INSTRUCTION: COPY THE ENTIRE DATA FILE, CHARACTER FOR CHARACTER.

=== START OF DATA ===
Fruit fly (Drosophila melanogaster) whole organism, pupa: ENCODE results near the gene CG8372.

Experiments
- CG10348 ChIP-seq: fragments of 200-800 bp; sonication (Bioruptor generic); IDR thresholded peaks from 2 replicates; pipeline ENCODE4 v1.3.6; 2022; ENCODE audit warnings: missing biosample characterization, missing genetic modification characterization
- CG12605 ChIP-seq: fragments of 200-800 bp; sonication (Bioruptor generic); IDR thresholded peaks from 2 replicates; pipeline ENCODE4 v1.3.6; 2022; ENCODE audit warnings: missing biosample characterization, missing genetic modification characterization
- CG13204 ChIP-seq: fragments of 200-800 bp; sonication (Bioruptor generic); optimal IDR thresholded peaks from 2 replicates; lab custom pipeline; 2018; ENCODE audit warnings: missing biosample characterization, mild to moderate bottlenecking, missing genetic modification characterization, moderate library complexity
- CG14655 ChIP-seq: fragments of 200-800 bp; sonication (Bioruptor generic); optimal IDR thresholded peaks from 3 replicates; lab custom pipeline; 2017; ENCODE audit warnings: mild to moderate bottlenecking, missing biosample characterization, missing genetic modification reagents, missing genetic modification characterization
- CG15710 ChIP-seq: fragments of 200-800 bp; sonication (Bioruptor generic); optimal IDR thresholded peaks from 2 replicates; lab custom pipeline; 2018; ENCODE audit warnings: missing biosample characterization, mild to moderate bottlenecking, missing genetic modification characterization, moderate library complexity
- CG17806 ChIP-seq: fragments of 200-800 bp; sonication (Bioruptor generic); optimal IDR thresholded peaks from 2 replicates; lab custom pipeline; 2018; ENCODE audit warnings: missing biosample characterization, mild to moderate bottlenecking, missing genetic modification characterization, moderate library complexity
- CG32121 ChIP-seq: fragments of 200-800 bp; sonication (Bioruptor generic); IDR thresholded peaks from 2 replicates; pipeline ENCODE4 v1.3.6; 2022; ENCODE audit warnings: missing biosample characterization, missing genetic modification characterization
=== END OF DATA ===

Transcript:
Fruit fly (Drosophila melanogaster) whole organism, pupa: ENCODE results near the gene CG8372.

Experiments
- CG10348 ChIP-seq: fragments of 200-800 bp; sonication (Bioruptor generic); IDR thresholded peaks from 2 replicates; pipeline ENCODE4 v1.3.6; 2022; ENCODE audit warnings: missing biosample characterization, missing genetic modification characterization
- CG12605 ChIP-seq: fragments of 200-800 bp; sonication (Bioruptor generic); IDR thresholded peaks from 2 replicates; pipeline ENCODE4 v1.3.6; 2022; ENCODE audit warnings: missing biosample characterization, missing genetic modification characterization
- CG13204 ChIP-seq: fragments of 200-800 bp; sonication (Bioruptor generic); optimal IDR thresholded peaks from 2 replicates; lab custom pipeline; 2018; ENCODE audit warnings: missing biosample characterization, mild to moderate bottlenecking, missing genetic modification characterization, moderate library complexity
- CG14655 ChIP-seq: fragments of 200-800 bp; sonication (Bioruptor generic); optimal IDR thresholded peaks from 3 replicates; lab custom pipeline; 2017; ENCODE audit warnings: mild to moderate bottlenecking, missing biosample characterization, missing genetic modification reagents, missing genetic modification characterization
- CG15710 ChIP-seq: fragments of 200-800 bp; sonication (Bioruptor generic); optimal IDR thresholded peaks from 2 replicates; lab custom pipeline; 2018; ENCODE audit warnings: missing biosample characterization, mild to moderate bottlenecking, missing genetic modification characterization, moderate library complexity
- CG17806 ChIP-seq: fragments of 200-800 bp; sonication (Bioruptor generic); optimal IDR thresholded peaks from 2 replicates; lab custom pipeline; 2018; ENCODE audit warnings: missing biosample characterization, mild to moderate bottlenecking, missing genetic modification characterization, moderate library complexity
- CG32121 ChIP-seq: fragments of 200-800 bp; sonication (Bioruptor generic); IDR thresholded peaks from 2 replicates; pipeline ENCODE4 v1.3.6; 2022; ENCODE audit warnings: missing biosample characterization, missing genetic modification characterization